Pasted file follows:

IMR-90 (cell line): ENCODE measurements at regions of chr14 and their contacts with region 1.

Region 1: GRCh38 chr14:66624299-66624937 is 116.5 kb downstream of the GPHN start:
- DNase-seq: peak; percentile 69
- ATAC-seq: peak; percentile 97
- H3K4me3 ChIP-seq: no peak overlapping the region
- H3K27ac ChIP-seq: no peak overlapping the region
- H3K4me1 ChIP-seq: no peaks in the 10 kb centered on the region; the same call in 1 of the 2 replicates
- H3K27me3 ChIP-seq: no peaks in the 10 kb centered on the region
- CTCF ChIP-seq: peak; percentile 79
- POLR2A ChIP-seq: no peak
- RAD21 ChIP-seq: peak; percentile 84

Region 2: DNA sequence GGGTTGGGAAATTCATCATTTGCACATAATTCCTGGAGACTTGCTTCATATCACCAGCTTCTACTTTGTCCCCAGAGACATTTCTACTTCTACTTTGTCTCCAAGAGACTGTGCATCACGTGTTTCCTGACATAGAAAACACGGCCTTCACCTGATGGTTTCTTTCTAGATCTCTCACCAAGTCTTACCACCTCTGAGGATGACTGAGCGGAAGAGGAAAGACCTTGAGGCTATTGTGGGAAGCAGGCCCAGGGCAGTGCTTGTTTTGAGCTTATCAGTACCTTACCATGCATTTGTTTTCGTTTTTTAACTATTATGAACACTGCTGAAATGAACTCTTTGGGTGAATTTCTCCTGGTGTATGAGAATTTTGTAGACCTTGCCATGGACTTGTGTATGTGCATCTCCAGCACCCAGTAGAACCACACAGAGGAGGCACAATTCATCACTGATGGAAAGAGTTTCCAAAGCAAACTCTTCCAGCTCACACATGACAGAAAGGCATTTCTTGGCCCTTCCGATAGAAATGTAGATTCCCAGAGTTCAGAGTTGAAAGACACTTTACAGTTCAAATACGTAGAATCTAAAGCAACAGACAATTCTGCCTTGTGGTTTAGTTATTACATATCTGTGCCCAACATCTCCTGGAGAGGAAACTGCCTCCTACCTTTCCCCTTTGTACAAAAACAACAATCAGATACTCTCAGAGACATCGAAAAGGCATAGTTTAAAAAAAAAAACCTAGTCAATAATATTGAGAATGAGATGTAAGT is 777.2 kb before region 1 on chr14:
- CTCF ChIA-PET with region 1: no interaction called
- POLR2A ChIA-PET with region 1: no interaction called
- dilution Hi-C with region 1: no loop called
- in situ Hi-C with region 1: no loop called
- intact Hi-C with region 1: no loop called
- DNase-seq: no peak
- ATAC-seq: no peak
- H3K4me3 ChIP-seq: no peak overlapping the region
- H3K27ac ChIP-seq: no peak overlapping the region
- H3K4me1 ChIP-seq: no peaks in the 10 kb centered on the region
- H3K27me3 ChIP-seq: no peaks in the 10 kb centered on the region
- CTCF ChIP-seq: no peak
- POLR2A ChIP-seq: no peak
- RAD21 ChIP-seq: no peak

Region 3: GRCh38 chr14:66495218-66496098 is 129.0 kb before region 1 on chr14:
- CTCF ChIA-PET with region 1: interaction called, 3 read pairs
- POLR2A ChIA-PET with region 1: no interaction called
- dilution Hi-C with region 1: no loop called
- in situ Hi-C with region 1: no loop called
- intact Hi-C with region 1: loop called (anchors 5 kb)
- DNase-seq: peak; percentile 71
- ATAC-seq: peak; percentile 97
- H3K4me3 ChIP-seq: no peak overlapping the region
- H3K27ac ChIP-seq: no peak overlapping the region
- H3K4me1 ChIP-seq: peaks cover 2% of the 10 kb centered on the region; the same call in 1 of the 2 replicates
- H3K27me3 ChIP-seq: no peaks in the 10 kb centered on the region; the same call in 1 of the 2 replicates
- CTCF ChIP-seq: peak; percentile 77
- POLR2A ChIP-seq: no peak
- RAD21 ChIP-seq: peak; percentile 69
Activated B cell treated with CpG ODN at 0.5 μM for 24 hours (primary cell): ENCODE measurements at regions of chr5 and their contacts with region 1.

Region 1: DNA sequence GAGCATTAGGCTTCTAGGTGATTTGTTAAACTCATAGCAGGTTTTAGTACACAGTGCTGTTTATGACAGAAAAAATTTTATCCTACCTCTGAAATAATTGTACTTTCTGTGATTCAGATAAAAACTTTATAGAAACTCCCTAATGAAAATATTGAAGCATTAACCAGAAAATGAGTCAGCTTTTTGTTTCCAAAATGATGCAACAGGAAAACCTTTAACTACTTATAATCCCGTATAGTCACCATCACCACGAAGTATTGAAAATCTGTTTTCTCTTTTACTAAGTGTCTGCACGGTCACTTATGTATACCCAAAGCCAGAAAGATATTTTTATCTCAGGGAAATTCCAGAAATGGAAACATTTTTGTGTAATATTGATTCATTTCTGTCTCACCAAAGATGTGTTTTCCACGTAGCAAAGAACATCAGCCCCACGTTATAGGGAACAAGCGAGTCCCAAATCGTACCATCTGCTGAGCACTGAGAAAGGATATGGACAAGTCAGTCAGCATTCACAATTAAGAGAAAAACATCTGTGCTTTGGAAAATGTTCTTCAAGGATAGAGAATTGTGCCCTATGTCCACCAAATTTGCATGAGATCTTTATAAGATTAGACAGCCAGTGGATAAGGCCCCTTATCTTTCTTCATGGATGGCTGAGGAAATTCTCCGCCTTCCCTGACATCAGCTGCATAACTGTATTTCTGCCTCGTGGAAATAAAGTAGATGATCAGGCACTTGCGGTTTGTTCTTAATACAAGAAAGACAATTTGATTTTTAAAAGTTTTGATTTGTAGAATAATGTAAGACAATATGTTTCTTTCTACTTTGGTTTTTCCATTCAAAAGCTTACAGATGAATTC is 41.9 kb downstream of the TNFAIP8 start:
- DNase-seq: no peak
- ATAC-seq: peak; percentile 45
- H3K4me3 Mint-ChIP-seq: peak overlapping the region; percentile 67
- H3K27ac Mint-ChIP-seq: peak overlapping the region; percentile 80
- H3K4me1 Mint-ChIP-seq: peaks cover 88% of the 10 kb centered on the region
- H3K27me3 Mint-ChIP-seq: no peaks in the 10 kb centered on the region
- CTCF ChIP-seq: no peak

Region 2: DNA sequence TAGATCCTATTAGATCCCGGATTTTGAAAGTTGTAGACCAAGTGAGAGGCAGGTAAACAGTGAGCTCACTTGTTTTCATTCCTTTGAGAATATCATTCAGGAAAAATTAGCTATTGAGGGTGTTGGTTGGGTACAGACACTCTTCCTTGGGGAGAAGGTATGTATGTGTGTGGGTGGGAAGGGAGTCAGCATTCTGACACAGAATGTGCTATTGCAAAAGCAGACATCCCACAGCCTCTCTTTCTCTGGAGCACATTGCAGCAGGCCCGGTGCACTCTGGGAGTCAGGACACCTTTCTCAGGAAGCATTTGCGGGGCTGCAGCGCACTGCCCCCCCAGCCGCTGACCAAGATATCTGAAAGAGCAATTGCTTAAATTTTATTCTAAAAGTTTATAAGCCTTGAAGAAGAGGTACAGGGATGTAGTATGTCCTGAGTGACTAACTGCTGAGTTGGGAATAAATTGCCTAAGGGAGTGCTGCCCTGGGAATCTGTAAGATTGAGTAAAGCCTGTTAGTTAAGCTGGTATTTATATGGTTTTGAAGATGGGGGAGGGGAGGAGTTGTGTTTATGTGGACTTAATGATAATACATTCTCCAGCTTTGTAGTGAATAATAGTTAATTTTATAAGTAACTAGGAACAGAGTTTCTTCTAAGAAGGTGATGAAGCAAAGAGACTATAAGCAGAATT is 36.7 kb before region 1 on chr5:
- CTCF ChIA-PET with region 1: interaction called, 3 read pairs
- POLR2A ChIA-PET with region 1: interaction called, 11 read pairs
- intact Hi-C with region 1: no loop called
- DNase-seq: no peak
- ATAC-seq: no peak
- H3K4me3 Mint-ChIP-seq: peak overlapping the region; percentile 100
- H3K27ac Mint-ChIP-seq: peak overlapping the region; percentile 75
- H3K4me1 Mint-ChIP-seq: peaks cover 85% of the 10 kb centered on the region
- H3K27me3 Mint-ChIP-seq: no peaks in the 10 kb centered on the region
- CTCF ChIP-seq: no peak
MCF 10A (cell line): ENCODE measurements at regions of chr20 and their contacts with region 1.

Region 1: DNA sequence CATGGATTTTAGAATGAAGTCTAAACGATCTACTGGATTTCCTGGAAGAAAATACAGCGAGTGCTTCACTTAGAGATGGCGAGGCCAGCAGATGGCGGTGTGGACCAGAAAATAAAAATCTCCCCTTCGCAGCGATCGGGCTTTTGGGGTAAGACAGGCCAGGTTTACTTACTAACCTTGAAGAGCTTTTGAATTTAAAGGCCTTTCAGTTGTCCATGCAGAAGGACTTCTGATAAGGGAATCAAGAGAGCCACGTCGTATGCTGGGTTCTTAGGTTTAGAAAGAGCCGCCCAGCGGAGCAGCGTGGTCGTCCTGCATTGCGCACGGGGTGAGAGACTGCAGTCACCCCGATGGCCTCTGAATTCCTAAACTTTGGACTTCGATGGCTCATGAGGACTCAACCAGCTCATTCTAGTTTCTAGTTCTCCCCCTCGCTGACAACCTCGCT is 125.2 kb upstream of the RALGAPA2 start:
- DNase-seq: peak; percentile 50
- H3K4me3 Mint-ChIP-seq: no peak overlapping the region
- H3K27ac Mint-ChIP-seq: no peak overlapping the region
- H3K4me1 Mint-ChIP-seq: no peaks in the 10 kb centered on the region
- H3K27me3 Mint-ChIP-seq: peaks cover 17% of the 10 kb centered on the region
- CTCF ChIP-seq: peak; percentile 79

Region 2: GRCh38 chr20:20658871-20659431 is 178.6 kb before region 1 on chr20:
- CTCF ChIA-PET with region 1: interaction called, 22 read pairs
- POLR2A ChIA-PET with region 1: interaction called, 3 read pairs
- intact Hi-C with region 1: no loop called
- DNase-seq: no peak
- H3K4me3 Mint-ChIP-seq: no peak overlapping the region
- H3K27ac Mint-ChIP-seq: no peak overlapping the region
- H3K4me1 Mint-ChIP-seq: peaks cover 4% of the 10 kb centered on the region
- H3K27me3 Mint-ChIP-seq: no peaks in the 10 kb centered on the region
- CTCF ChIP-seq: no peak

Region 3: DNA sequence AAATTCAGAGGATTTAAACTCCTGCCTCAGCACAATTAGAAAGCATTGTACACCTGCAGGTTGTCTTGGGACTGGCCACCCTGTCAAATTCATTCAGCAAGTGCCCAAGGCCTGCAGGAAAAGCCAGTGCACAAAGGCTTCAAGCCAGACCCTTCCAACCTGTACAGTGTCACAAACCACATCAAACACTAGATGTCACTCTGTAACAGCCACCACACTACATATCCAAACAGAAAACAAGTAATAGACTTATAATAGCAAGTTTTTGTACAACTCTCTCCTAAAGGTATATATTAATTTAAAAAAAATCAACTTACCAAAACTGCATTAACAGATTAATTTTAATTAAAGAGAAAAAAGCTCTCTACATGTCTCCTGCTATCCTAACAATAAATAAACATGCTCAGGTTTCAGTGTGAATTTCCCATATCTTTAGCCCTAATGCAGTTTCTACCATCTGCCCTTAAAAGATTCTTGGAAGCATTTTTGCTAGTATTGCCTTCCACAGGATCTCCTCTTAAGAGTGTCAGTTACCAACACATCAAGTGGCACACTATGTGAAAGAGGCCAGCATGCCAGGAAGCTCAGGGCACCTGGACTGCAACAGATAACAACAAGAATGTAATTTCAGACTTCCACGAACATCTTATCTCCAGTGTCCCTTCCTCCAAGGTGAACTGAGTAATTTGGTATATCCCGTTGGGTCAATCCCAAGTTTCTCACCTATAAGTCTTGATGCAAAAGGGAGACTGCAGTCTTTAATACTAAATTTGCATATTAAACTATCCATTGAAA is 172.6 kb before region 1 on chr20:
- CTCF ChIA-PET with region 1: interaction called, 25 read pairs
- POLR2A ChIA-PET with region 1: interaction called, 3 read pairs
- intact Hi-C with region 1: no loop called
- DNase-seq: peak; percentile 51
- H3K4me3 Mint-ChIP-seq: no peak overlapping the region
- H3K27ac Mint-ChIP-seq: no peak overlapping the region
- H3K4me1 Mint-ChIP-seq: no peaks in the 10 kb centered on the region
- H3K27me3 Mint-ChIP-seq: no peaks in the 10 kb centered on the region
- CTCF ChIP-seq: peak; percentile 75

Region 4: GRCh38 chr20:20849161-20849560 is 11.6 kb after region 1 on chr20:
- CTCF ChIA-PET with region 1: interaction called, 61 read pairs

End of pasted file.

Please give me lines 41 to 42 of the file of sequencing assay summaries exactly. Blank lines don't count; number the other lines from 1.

- RAD21 ChIP-seq: peak; percentile 69
Activated B cell treated with CpG ODN at 0.5 μM for 24 hours (primary cell): ENCODE measurements at regions of chr5 and their contacts with region 1.